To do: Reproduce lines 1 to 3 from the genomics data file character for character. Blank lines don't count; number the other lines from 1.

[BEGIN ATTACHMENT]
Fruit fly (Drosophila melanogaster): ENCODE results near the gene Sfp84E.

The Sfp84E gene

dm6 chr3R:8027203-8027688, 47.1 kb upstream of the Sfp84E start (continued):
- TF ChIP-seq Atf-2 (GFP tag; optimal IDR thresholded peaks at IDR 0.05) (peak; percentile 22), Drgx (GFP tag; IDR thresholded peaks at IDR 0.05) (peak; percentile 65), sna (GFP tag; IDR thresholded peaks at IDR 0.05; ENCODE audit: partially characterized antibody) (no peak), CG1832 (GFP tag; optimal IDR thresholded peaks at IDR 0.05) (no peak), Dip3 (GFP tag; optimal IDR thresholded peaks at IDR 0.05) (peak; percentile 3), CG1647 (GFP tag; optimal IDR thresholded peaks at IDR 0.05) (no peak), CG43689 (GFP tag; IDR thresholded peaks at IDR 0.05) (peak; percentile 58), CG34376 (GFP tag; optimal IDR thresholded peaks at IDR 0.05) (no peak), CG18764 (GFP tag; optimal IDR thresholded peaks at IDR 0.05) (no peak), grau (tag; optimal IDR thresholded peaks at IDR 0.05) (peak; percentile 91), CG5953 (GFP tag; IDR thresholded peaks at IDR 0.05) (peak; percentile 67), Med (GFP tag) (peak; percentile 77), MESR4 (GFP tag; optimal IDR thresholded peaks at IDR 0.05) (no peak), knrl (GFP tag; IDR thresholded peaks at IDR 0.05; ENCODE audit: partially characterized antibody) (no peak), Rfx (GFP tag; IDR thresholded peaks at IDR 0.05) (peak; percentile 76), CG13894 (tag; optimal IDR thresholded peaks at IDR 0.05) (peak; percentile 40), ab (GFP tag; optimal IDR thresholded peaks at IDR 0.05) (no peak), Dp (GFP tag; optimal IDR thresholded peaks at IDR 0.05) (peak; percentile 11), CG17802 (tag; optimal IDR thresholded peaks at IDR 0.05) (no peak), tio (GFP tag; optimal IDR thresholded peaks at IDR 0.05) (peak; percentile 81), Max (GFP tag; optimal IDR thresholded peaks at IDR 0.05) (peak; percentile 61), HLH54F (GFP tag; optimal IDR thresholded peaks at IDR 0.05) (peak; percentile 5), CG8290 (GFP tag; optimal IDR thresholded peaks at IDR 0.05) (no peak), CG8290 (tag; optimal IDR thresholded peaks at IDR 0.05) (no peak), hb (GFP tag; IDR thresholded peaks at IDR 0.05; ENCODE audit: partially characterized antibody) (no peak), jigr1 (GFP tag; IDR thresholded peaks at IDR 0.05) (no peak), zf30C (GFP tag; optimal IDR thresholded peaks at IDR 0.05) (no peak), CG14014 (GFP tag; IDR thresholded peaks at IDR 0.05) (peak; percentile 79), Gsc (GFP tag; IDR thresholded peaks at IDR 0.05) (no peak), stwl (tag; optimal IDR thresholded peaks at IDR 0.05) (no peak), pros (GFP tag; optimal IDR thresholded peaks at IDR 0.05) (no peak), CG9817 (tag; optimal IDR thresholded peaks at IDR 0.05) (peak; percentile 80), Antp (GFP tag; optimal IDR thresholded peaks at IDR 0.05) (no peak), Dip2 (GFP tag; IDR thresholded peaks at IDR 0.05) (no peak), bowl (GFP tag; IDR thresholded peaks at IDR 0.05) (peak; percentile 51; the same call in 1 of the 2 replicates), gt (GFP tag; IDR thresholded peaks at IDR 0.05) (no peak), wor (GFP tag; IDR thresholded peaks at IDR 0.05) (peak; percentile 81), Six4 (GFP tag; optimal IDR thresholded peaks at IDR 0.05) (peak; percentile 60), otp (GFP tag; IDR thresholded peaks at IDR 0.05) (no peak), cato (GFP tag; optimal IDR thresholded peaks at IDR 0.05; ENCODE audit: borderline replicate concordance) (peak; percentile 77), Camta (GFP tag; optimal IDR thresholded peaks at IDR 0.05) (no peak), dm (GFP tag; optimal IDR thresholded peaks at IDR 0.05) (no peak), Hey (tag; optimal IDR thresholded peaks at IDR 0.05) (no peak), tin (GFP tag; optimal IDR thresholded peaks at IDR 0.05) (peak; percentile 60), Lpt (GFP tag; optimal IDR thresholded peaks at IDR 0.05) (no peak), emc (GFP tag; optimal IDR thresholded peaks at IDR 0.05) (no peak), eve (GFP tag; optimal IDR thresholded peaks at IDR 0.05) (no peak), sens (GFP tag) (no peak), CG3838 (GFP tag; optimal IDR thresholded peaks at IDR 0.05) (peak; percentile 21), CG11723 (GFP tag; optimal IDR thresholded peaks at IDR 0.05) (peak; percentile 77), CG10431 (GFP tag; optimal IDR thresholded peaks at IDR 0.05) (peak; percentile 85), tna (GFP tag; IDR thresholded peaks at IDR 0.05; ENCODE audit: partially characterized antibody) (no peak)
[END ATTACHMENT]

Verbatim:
Fruit fly (Drosophila melanogaster): ENCODE results near the gene Sfp84E.

The Sfp84E gene

dm6 chr3R:8027203-8027688, 47.1 kb upstream of the Sfp84E start (continued):